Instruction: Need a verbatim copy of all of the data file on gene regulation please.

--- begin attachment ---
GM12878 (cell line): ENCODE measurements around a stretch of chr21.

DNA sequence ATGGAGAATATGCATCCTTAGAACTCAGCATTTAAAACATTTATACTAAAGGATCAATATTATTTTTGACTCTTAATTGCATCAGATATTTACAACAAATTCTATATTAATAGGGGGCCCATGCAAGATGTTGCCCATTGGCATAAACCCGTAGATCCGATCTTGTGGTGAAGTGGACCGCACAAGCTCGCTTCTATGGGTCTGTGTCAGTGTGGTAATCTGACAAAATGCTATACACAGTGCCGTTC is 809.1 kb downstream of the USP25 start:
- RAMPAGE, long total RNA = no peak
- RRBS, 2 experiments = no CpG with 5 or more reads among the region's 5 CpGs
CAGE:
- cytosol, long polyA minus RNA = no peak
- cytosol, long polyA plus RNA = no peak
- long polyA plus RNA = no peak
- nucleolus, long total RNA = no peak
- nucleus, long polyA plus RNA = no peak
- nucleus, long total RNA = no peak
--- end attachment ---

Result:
GM12878 (cell line): ENCODE measurements around a stretch of chr21.

DNA sequence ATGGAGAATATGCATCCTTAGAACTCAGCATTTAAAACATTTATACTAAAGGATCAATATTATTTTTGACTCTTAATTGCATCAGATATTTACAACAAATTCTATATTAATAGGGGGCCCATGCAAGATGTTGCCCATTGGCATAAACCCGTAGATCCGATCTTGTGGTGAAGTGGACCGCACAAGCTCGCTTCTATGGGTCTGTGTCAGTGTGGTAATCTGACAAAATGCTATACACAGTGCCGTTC is 809.1 kb downstream of the USP25 start:
- RAMPAGE, long total RNA = no peak
- RRBS, 2 experiments = no CpG with 5 or more reads among the region's 5 CpGs
CAGE:
- cytosol, long polyA minus RNA = no peak
- cytosol, long polyA plus RNA = no peak
- long polyA plus RNA = no peak
- nucleolus, long total RNA = no peak
- nucleus, long polyA plus RNA = no peak
- nucleus, long total RNA = no peak